"In my 10+ years of patient advocacy, I have not seen a single issue unite patient advocacy groups like the experiment."
Brad Tallamy,
Director, Government Affairs, AmerisourceBergen
Founder, PACT Coalition

The Patient Access to Community Treatment (PACT) Coalition launched a few years ago because the patient perspective was missing as policies affecting community-based care were debated and implemented. When patients communicate the importance of being treated in community oncology practices and what that means for them from a cost and quality of life perspective, it's very powerful.

Whether talking about the experiment or limiting oncology practices' ability to dispense therapies paid under Part D, patients cannot afford the potential changes. Mitigating the impact of these policy proposals will require patients and patient groups to speak out about how such proposals will negatively affect the care they receive.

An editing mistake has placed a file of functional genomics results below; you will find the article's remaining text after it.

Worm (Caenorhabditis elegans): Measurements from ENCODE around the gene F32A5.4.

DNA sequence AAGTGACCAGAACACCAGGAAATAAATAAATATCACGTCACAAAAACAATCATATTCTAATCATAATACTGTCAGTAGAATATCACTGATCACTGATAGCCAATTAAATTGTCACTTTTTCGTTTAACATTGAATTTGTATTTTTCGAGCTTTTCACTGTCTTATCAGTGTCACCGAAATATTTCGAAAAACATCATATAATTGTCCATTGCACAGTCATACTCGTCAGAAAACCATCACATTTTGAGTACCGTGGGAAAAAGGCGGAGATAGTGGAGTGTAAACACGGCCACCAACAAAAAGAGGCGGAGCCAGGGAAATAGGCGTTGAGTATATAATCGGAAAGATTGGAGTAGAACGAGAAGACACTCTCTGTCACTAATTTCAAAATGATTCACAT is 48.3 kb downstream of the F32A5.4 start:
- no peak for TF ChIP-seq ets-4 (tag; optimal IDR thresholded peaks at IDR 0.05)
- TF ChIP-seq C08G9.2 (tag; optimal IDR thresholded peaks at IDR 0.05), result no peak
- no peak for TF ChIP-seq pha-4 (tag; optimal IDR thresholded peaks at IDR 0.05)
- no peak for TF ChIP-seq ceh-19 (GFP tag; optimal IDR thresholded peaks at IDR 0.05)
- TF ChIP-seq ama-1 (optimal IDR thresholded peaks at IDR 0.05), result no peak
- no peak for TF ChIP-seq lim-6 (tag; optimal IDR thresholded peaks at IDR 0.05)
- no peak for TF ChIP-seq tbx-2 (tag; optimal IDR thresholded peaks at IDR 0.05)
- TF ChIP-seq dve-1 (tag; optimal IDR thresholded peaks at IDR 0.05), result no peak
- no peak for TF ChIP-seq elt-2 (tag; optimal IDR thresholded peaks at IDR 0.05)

ION Solutions, a part of AmerisourceBergen Specialty Group, is the largest physician service organization and GPO specializing in the support of community oncology. ION provides technologies, resources and expertise to community-based oncologists to help improve clinical and operational management. Additional information can be found at www.iononline.com. For additional insights and information on advocacy efforts that support the local delivery of cancer care, visit www.communitycountsadvocacy.org.